Ah, semantics. They make sure that our politics are never boring. Who would have thought that so much mileage could have been milked out of the difference between ‘refugee’ and ‘migrant’? It’s a small reminder that things will never really cool down between the ANC and the DA. By SIPHO HLONGWANE.
The African National Congress does not appear to have a very big presence on social media. It’s not like the communications people of the ANC are disdainful of Twitter and Facebook, they simply do not see what purpose it would serve for them. As a result, you don’t often see the party reacting to something that was said on Twitter.
The controversy started when Western Cape premier Helen Zille sent a tweet basically saying that people were fleeing the dysfunctional Eastern Cape education system for the far-better one in the WC. She chose to brand these people as “economic refugees”. It turned out to be a term far more loaded than she probably intended it to be, and it generated a noticeably large and angry reaction.
The ANC itself prepared a response. “This [statement] is typical of the erstwhile apartheid government’s mentality that resorted to influx control measures to restrict black people from the so-called white areas,” ANC spokesperson Jackson Mthembu said. “Hellen Zille’s racist statement underpins the DA’s policy of exclusionism of blacks. She will never say the same thing about whites who relocate from one area of the country to the Western Cape or even those who relocate from other countries to the Western Cape. To reduce South Africans who have free movement in their own country as refugees is tantamount to instigating against them by labeling them with a tag associated with foreigners.”
Zille defended her phrasing on Twitter, saying, “Refugees are ppl who have to escape because their rights are violated. That describes E Cape pupils exactly.”
The premier’s comments were sparked by the recent unrest in Grabouw, just up the mountain above Gordon’s Bay (and a short drive away from Cape Town). Part of the upheaval was stoked, if not started, by the massively overcrowded schools in the area.
Under normal circumstances, the term “refugee” wouldn’t have attracted much attention. The dictionary definition of an economic refugee is understood to be someone who sees little prospect for economic prosperity in their own country, and thus seek better opportunities in a new one. Think of all the Irish who came pouring into the United States during the Potato Famine of 1845 and 1852.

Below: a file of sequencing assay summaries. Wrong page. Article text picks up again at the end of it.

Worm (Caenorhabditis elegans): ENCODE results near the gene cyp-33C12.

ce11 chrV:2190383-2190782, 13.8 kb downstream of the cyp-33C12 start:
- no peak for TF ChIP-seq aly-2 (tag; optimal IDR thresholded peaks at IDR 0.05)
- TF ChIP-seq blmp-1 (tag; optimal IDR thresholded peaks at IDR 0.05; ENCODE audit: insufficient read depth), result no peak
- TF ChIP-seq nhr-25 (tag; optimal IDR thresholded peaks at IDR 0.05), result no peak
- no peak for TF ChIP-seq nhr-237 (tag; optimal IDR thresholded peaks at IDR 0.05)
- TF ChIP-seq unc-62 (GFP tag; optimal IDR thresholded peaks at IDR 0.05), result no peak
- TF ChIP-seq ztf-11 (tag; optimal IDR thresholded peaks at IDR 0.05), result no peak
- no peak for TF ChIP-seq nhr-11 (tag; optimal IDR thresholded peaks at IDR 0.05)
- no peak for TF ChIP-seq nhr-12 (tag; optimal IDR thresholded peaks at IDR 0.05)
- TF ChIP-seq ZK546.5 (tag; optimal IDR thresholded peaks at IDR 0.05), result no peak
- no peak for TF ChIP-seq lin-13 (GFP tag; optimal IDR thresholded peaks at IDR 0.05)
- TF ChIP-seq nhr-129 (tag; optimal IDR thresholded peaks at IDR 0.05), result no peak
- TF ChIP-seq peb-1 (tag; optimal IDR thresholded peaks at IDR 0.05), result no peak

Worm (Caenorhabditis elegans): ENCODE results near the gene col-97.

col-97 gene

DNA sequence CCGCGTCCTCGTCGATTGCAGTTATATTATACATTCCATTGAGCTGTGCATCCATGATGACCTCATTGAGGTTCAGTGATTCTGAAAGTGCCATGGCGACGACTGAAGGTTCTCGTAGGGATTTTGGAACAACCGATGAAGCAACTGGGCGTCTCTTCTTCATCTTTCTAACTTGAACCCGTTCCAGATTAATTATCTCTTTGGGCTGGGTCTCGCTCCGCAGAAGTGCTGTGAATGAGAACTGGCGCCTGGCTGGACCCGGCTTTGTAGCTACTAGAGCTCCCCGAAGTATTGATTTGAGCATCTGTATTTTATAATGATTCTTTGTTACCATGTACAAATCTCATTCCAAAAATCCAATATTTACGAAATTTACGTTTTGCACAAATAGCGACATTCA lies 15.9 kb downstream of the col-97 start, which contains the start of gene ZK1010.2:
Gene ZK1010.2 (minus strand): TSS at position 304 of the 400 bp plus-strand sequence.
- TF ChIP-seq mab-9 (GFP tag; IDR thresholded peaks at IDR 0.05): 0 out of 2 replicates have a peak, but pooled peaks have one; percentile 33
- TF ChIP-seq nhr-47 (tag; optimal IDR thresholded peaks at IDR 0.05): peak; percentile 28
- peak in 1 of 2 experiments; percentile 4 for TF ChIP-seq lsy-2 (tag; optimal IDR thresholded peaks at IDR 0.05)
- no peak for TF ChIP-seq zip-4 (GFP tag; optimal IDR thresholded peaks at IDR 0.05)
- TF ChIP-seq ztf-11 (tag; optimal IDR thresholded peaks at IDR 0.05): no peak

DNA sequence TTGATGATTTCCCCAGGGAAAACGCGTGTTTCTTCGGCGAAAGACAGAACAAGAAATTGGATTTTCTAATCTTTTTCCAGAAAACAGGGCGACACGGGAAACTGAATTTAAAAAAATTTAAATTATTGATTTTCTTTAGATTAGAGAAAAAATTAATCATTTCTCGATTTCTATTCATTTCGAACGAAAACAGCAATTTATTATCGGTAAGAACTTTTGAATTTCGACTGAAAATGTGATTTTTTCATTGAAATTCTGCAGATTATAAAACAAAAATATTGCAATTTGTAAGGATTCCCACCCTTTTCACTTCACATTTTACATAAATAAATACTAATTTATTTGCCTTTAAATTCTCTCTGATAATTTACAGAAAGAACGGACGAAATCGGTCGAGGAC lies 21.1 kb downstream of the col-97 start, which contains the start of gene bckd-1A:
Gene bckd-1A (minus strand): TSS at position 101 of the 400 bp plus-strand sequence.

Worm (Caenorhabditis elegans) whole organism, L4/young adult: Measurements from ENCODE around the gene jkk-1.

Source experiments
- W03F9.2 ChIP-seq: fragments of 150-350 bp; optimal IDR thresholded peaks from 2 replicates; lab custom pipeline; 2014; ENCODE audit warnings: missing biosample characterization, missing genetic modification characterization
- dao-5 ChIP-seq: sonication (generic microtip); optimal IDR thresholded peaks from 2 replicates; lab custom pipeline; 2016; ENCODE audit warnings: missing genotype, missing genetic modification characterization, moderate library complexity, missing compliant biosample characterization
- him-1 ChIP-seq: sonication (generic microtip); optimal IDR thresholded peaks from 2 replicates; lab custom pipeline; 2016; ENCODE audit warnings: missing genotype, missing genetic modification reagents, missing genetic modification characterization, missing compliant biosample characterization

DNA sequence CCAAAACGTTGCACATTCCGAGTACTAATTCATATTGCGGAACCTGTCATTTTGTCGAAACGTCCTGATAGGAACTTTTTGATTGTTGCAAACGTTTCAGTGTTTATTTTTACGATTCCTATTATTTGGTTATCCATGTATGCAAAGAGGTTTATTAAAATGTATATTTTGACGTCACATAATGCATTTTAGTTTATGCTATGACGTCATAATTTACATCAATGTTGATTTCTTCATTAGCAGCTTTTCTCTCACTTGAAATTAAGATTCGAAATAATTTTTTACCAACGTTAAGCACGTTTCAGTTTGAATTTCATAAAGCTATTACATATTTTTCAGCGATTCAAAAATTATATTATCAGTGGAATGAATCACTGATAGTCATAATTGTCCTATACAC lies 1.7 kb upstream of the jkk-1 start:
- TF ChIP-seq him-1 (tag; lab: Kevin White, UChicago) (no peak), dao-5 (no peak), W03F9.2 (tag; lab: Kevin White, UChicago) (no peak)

And under a rational climate, it wouldn’t be particularly offensive to tag that label onto people moving from a province run by one political party, to one run by another, in search of better opportunities.
But this is South Africa. Such distinctions matter deeply. By calling these people “refugees”, Zille tapped into the language of “us versus them”. After all, a refugee is someone who doesn’t actually belong. Someone who has moved in, and needs to be dealt with in one way or another. In the current global lexicon, calling someone a refugee as opposed to a tourist is to make a political distinction. The word “migrant” would probably have been sufficient to make the point that she wanted to make, minus the angry reaction that “refugee” provoked.
You should also remember that this goes beyond service delivery. In previous elections, the ANC has been accused of bussing in voters from the EC to bolster its numbers in the province.
And in phrasing the problem in the way that she did, Zille immediately made this about the persistent claim that the DA is seeking to build a white enclave of the WC, where the rich (read: white) could live their lives in blissful ignorance of the starved masses in the rest of the country. The premier will probably be the first to deny that this was the intention of her comments. But that will count for little in the face of the reality. The heat on such things is turned to eleven in our country.
One unfortunate result of the focus on the fighting words between Zille and the ANC is that the real victims in all of this get less noticed. Your reporter once spent a few weeks in Grabouw at a friend’s house, and had occasion to observe the surroundings, and the economic disparity in that village is shocking. The farmers and landowners in the area are visibly well-off, while the poorest live in dire conditions. These people live side-by-side. It is the kind of resentment that builds up in places like Alexandra (just across the highway from Sandton) and Diepsloot (not terribly far off from Dainfern).
According to Zille, the overcrowded schools are the department of public works’ fault for not buying more land for expansion of buildings. The DA’s detractors say that this is an example of the WC’s ruling party not caring about the poor. Somewhere in the dust of political battle, the truth lies. And the poor people. Millions of them. DM
Photo: Things are unlikely to cool down between the ANC and the DA any time soon.
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